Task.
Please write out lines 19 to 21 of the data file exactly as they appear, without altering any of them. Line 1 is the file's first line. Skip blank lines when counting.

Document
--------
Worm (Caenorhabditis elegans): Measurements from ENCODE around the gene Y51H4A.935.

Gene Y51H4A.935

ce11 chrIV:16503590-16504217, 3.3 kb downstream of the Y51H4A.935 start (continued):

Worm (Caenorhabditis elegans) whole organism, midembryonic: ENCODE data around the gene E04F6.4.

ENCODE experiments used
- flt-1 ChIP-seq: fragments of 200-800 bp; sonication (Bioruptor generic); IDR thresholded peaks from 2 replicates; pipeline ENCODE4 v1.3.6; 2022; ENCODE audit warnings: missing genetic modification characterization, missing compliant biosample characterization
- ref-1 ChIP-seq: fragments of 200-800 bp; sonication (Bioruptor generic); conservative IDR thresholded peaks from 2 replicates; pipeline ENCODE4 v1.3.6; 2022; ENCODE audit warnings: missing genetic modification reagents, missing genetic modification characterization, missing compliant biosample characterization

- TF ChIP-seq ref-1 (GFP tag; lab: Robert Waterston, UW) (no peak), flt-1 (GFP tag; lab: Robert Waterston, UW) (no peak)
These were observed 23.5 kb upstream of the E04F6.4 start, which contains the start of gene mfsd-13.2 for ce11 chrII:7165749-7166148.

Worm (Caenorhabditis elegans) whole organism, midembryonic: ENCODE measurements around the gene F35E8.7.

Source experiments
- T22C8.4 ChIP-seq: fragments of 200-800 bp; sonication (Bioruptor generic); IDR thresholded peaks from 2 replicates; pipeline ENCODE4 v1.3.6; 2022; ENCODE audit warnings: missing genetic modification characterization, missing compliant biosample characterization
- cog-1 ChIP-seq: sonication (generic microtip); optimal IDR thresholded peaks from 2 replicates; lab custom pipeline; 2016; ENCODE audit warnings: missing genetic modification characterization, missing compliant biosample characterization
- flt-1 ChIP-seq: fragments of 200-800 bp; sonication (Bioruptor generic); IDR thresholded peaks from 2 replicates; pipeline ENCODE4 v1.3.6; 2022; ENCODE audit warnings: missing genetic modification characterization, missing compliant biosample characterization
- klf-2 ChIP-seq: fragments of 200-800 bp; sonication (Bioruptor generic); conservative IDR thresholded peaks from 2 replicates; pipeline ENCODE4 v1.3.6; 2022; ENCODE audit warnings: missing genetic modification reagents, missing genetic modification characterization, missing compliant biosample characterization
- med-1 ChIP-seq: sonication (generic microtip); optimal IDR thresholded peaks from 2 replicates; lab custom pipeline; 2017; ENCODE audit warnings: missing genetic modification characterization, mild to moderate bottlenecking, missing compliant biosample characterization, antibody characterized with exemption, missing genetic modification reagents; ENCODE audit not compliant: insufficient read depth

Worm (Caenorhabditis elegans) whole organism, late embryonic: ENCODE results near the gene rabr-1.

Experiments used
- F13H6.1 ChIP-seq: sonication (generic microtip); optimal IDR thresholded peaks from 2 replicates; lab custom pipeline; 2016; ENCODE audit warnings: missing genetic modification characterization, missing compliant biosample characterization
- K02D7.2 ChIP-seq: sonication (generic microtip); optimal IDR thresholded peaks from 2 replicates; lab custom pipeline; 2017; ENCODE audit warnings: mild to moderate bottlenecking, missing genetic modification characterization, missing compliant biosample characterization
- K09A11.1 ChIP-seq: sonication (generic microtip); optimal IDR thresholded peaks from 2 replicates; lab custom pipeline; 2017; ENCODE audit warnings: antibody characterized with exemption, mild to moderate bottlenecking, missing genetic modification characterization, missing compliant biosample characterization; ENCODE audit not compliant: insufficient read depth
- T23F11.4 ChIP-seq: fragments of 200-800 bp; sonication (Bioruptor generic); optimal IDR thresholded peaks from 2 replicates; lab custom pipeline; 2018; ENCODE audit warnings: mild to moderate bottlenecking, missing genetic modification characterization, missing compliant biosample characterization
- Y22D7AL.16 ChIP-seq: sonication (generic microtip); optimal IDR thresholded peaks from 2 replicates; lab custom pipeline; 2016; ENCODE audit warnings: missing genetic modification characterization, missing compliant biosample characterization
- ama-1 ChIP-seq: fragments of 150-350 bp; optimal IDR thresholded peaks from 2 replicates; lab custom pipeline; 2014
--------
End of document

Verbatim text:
- F13H6.1 ChIP-seq: sonication (generic microtip); optimal IDR thresholded peaks from 2 replicates; lab custom pipeline; 2016; ENCODE audit warnings: missing genetic modification characterization, missing compliant biosample characterization
- K02D7.2 ChIP-seq: sonication (generic microtip); optimal IDR thresholded peaks from 2 replicates; lab custom pipeline; 2017; ENCODE audit warnings: mild to moderate bottlenecking, missing genetic modification characterization, missing compliant biosample characterization
- K09A11.1 ChIP-seq: sonication (generic microtip); optimal IDR thresholded peaks from 2 replicates; lab custom pipeline; 2017; ENCODE audit warnings: antibody characterized with exemption, mild to moderate bottlenecking, missing genetic modification characterization, missing compliant biosample characterization; ENCODE audit not compliant: insufficient read depth